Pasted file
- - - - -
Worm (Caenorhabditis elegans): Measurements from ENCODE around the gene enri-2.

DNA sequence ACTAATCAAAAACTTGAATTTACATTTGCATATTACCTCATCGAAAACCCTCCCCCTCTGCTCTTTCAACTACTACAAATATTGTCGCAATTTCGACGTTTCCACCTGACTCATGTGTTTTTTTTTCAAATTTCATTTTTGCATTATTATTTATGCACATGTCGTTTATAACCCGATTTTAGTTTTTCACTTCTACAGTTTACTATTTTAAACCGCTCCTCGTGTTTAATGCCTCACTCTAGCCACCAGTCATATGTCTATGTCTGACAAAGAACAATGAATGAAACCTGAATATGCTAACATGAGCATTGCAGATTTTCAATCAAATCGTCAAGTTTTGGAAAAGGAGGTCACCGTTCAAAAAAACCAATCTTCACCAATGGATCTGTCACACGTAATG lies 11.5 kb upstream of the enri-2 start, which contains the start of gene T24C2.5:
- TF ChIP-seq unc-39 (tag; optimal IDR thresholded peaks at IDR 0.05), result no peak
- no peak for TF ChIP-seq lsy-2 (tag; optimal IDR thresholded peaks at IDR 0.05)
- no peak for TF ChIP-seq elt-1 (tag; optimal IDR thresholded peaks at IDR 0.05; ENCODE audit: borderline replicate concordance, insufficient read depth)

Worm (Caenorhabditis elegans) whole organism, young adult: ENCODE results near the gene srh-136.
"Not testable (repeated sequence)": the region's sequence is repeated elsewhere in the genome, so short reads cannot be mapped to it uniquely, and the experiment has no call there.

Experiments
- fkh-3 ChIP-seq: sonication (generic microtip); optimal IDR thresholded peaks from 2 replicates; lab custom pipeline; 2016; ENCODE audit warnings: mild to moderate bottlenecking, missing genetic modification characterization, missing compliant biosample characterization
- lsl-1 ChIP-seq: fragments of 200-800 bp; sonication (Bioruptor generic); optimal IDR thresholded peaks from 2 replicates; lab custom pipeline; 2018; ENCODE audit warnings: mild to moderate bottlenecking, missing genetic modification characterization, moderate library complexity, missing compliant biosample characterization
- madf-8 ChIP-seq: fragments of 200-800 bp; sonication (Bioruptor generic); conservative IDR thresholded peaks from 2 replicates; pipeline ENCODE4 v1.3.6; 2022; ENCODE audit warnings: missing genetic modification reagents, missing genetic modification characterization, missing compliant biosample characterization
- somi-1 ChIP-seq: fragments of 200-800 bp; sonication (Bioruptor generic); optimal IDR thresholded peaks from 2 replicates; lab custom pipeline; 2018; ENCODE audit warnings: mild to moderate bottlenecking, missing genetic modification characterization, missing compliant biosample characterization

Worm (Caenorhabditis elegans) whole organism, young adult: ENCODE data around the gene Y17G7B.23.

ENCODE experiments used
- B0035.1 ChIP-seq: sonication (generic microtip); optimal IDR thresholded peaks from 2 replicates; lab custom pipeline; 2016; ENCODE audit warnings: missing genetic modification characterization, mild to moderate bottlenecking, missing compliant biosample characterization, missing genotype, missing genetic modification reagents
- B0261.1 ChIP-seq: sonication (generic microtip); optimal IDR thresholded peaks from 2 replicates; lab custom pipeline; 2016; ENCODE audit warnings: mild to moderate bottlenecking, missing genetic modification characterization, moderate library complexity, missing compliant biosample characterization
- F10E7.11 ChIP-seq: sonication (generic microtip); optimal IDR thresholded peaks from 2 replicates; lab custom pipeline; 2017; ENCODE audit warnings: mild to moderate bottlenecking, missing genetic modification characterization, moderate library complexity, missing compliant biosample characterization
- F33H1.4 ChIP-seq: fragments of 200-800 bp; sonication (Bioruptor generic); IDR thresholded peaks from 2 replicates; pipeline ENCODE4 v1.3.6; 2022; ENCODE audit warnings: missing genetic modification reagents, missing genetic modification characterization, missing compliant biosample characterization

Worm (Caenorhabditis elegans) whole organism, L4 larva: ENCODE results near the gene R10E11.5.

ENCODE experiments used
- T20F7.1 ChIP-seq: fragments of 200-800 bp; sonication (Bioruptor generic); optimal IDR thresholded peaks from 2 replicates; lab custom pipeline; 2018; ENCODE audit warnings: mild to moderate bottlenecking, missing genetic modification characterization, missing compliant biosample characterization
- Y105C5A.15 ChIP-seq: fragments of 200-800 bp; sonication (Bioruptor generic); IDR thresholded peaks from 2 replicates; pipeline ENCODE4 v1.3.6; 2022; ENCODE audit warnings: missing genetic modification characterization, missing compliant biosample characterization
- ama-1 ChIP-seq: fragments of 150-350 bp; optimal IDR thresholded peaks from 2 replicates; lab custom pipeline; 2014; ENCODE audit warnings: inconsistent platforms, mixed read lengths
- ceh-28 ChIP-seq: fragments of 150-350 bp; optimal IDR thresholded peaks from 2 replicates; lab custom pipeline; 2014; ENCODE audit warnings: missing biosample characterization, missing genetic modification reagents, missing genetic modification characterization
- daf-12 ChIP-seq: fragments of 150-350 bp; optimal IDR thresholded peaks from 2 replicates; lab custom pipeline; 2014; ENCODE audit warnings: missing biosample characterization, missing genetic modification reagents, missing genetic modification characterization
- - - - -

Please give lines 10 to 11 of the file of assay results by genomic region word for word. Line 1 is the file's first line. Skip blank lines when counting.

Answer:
- lsl-1 ChIP-seq: fragments of 200-800 bp; sonication (Bioruptor generic); optimal IDR thresholded peaks from 2 replicates; lab custom pipeline; 2018; ENCODE audit warnings: mild to moderate bottlenecking, missing genetic modification characterization, moderate library complexity, missing compliant biosample characterization
- madf-8 ChIP-seq: fragments of 200-800 bp; sonication (Bioruptor generic); conservative IDR thresholded peaks from 2 replicates; pipeline ENCODE4 v1.3.6; 2022; ENCODE audit warnings: missing genetic modification reagents, missing genetic modification characterization, missing compliant biosample characterization